Congressional Delegation Visits Taiwan in Tense US-China Moment
TAIPEI, Taiwan (AP) — A delegation of U.S. lawmakers met with the head of Taiwan’s legislature on Monday as part of a five-day visit to the self-ruled island that comes as U.S.-China relations remain tense after weeks of trading accusations over a spy balloon.
The delegation that arrived Sunday includes Reps. Ro Khanna of California, Tony Gonzales of Texas, Jake Auchincloss of Massachusetts and Jonathan Jackson of Illinois.
They are expected to meet President Tsai Ing-wen as well as business people. On Monday, they held talks with Taiwan Semiconductor Manufacturing Company’s founder Morris Chang, considered the father of the island’s chip industry.
Khanna, a Democrat who represents Silicon Valley, said he was in Taiwan to learn about the island’s role in the semiconductor industry. Khanna and Auchincloss are both members of the new House select committee focused on competition with China.
He addressed the implicit threat facing their visit, as China opposes any form of exchange between Taiwan and foreign governments. China claims the island as part of its territory to be united by force if necessary, and has stepped up military and diplomatic harassment of Taiwan.
“Our efforts to come here are in no way provocative of China, but consistent with the president’s foreign policy that recognizes the importance of the relationship like Taiwan, while still seeking ultimately, peace in the region,” Khanna said.
Head of Taiwan’s Legislative Yuan, You Si-kun, used the speech to hit back at Wang Yi, the Chinese Communist Party’s most senior foreign policy official, who said over the weekend at the Munich Security Conference that Taiwan “has never been a country and it will not be a country in the future.”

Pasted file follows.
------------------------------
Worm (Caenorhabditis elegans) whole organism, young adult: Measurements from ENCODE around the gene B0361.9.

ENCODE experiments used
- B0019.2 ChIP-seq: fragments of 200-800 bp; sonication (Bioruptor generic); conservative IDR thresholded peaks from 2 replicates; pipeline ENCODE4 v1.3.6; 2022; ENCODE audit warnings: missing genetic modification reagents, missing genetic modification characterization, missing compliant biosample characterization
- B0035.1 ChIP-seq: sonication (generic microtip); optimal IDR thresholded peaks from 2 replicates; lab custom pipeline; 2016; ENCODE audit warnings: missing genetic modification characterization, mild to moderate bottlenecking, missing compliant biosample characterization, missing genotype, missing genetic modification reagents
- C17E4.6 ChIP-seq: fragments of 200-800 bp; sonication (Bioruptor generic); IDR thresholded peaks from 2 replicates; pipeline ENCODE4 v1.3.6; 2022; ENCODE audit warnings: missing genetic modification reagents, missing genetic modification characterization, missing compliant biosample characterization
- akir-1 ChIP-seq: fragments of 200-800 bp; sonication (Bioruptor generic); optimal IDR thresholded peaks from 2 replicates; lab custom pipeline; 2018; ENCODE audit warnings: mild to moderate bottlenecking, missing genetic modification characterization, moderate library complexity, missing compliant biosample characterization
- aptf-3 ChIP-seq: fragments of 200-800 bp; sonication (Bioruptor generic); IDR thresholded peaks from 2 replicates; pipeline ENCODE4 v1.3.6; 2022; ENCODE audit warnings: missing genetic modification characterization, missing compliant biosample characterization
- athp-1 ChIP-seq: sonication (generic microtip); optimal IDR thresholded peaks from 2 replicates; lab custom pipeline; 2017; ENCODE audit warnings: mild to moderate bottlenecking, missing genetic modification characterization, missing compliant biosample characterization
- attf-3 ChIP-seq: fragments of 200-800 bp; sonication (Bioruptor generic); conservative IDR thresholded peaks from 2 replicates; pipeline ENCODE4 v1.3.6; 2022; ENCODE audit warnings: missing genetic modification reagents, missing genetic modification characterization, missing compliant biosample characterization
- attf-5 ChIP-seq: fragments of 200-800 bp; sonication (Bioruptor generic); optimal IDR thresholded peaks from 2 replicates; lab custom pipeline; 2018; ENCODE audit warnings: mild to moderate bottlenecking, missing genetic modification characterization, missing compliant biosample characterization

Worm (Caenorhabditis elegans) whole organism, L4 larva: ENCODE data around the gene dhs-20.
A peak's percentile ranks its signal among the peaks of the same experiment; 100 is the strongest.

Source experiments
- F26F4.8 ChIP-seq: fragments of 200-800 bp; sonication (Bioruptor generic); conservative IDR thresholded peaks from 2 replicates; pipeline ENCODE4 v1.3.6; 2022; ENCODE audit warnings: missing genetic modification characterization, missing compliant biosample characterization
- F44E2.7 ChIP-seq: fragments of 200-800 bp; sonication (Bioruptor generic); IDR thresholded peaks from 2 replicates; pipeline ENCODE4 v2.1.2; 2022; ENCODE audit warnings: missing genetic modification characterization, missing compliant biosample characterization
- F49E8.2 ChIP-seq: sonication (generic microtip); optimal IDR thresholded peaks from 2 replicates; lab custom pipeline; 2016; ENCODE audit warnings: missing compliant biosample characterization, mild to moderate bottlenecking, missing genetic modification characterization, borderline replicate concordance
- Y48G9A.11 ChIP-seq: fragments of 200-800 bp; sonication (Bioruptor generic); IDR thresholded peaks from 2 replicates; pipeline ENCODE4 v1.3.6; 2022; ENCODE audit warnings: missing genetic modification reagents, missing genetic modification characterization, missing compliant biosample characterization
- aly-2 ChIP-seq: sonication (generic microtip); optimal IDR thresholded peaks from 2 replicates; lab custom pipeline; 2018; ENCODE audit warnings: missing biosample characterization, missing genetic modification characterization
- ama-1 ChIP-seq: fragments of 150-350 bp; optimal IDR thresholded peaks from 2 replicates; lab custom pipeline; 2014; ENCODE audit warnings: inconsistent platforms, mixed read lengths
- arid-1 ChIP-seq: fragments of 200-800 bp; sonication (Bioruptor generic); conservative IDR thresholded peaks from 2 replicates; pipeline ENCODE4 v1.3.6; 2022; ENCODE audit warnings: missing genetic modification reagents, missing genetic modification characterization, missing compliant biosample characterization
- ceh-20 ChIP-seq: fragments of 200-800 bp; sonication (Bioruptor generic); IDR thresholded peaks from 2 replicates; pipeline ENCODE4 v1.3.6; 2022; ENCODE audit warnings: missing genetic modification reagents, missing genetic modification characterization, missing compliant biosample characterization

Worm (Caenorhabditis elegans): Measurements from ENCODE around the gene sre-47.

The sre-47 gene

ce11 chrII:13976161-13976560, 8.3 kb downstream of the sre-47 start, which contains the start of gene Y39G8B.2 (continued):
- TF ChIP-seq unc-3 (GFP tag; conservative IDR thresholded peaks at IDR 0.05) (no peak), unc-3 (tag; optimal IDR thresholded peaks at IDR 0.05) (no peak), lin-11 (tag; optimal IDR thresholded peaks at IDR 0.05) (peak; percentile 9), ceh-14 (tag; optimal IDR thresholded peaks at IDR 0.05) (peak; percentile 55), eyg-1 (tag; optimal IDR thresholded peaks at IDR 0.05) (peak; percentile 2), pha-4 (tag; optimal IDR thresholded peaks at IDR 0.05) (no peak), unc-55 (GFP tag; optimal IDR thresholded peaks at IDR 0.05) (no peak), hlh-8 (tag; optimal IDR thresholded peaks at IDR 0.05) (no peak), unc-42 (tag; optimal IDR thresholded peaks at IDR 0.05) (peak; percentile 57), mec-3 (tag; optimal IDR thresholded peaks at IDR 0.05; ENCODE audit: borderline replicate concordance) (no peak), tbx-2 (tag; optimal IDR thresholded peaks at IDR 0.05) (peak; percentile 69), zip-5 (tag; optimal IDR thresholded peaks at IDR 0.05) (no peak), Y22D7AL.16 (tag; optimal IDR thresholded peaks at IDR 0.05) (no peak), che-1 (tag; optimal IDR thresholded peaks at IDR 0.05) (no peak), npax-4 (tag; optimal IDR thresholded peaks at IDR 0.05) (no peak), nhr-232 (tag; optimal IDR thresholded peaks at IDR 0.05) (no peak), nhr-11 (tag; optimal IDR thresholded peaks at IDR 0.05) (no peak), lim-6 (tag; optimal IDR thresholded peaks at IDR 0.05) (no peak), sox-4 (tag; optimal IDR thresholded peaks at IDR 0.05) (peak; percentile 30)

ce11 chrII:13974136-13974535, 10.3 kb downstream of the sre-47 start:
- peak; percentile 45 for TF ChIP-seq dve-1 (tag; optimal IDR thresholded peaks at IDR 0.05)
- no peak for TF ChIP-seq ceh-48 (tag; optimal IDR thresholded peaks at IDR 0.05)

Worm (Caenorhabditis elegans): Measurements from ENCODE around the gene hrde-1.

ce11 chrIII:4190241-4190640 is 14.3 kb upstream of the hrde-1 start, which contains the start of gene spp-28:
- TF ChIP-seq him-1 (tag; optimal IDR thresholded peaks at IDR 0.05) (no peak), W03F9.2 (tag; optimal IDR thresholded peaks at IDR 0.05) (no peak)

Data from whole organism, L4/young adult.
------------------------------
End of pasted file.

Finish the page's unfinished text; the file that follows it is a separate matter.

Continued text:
“China ignores historical fact and claims to have sovereignty over Taiwan. Taiwan has already become an independent sovereign nation … Taiwan has never been ruled by the People’s Republic of China for a single day,” You said.
The delegation’s visit follows a sensitive trip made by a senior Pentagon official on Friday, reported by the Financial Times.
A Pentagon spokesperson did not comment on the visit by Michael Chase, deputy assistant secretary of defense for China, repeating that “our commitment to Taiwan is rock-solid and contributes to the maintenance of peace and stability across the Taiwan Strait and within the region.” Taiwan’s Ministry of Foreign Affairs said it had no information about any such visit.
Tensions between the U.S. and China again ratcheted up last month after Washington accused Beijing of sending a spy balloon that was shot down over the American East Coast, and Secretary of State Antony Blinken canceled a trip to Beijing. Blinken also said over the weekend that the United States was concerned that China would provide weapons to Russia for its war in Ukraine.
Associated Press video producer Johnson Lai contributed to this report.